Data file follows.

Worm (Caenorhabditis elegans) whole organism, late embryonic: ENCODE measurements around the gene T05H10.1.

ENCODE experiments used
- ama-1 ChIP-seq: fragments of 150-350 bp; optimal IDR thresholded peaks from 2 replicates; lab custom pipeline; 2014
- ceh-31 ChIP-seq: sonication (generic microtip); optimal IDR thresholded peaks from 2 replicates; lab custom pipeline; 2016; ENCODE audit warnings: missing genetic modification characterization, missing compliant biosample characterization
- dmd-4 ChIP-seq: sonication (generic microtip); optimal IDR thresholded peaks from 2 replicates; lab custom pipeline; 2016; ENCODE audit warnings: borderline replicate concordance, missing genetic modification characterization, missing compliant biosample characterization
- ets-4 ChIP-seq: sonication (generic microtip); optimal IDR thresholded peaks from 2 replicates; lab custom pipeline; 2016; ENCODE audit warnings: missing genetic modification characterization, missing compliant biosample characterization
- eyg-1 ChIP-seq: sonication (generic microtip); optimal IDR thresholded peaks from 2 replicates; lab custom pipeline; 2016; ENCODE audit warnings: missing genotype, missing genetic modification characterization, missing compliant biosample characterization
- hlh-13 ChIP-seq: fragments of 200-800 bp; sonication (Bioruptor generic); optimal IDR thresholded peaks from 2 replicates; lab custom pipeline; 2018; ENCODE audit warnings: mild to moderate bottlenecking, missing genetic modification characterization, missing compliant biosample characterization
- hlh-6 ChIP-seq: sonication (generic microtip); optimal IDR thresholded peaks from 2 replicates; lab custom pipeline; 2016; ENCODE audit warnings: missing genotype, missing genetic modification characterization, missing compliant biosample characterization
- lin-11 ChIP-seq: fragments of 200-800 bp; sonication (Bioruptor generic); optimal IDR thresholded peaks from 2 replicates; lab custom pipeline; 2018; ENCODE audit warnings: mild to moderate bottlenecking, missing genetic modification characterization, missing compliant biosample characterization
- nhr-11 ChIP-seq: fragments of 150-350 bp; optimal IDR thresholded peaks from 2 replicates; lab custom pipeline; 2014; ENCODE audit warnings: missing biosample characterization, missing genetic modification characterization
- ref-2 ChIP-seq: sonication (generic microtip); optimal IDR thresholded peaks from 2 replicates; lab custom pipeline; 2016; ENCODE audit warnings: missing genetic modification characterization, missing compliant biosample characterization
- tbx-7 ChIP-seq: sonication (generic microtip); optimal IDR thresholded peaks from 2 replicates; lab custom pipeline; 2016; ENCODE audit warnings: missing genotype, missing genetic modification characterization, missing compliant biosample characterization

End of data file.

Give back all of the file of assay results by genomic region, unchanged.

Worm (Caenorhabditis elegans) whole organism, late embryonic: ENCODE measurements around the gene T05H10.1.

ENCODE experiments used
- ama-1 ChIP-seq: fragments of 150-350 bp; optimal IDR thresholded peaks from 2 replicates; lab custom pipeline; 2014
- ceh-31 ChIP-seq: sonication (generic microtip); optimal IDR thresholded peaks from 2 replicates; lab custom pipeline; 2016; ENCODE audit warnings: missing genetic modification characterization, missing compliant biosample characterization
- dmd-4 ChIP-seq: sonication (generic microtip); optimal IDR thresholded peaks from 2 replicates; lab custom pipeline; 2016; ENCODE audit warnings: borderline replicate concordance, missing genetic modification characterization, missing compliant biosample characterization
- ets-4 ChIP-seq: sonication (generic microtip); optimal IDR thresholded peaks from 2 replicates; lab custom pipeline; 2016; ENCODE audit warnings: missing genetic modification characterization, missing compliant biosample characterization
- eyg-1 ChIP-seq: sonication (generic microtip); optimal IDR thresholded peaks from 2 replicates; lab custom pipeline; 2016; ENCODE audit warnings: missing genotype, missing genetic modification characterization, missing compliant biosample characterization
- hlh-13 ChIP-seq: fragments of 200-800 bp; sonication (Bioruptor generic); optimal IDR thresholded peaks from 2 replicates; lab custom pipeline; 2018; ENCODE audit warnings: mild to moderate bottlenecking, missing genetic modification characterization, missing compliant biosample characterization
- hlh-6 ChIP-seq: sonication (generic microtip); optimal IDR thresholded peaks from 2 replicates; lab custom pipeline; 2016; ENCODE audit warnings: missing genotype, missing genetic modification characterization, missing compliant biosample characterization
- lin-11 ChIP-seq: fragments of 200-800 bp; sonication (Bioruptor generic); optimal IDR thresholded peaks from 2 replicates; lab custom pipeline; 2018; ENCODE audit warnings: mild to moderate bottlenecking, missing genetic modification characterization, missing compliant biosample characterization
- nhr-11 ChIP-seq: fragments of 150-350 bp; optimal IDR thresholded peaks from 2 replicates; lab custom pipeline; 2014; ENCODE audit warnings: missing biosample characterization, missing genetic modification characterization
- ref-2 ChIP-seq: sonication (generic microtip); optimal IDR thresholded peaks from 2 replicates; lab custom pipeline; 2016; ENCODE audit warnings: missing genetic modification characterization, missing compliant biosample characterization
- tbx-7 ChIP-seq: sonication (generic microtip); optimal IDR thresholded peaks from 2 replicates; lab custom pipeline; 2016; ENCODE audit warnings: missing genotype, missing genetic modification characterization, missing compliant biosample characterization